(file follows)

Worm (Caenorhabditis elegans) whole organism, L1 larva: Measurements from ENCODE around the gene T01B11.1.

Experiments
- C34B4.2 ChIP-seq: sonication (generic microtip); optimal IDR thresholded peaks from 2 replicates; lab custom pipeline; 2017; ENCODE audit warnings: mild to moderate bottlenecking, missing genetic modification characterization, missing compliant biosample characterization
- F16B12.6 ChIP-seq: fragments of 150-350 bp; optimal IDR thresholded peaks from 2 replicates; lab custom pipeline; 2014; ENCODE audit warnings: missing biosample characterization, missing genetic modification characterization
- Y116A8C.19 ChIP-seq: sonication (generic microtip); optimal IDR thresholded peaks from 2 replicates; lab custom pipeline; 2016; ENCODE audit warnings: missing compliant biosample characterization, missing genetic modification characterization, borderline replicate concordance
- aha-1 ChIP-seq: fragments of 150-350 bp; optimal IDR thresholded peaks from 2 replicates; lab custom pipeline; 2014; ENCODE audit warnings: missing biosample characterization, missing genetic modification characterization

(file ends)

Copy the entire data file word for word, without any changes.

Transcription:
Worm (Caenorhabditis elegans) whole organism, L1 larva: Measurements from ENCODE around the gene T01B11.1.

Experiments
- C34B4.2 ChIP-seq: sonication (generic microtip); optimal IDR thresholded peaks from 2 replicates; lab custom pipeline; 2017; ENCODE audit warnings: mild to moderate bottlenecking, missing genetic modification characterization, missing compliant biosample characterization
- F16B12.6 ChIP-seq: fragments of 150-350 bp; optimal IDR thresholded peaks from 2 replicates; lab custom pipeline; 2014; ENCODE audit warnings: missing biosample characterization, missing genetic modification characterization
- Y116A8C.19 ChIP-seq: sonication (generic microtip); optimal IDR thresholded peaks from 2 replicates; lab custom pipeline; 2016; ENCODE audit warnings: missing compliant biosample characterization, missing genetic modification characterization, borderline replicate concordance
- aha-1 ChIP-seq: fragments of 150-350 bp; optimal IDR thresholded peaks from 2 replicates; lab custom pipeline; 2014; ENCODE audit warnings: missing biosample characterization, missing genetic modification characterization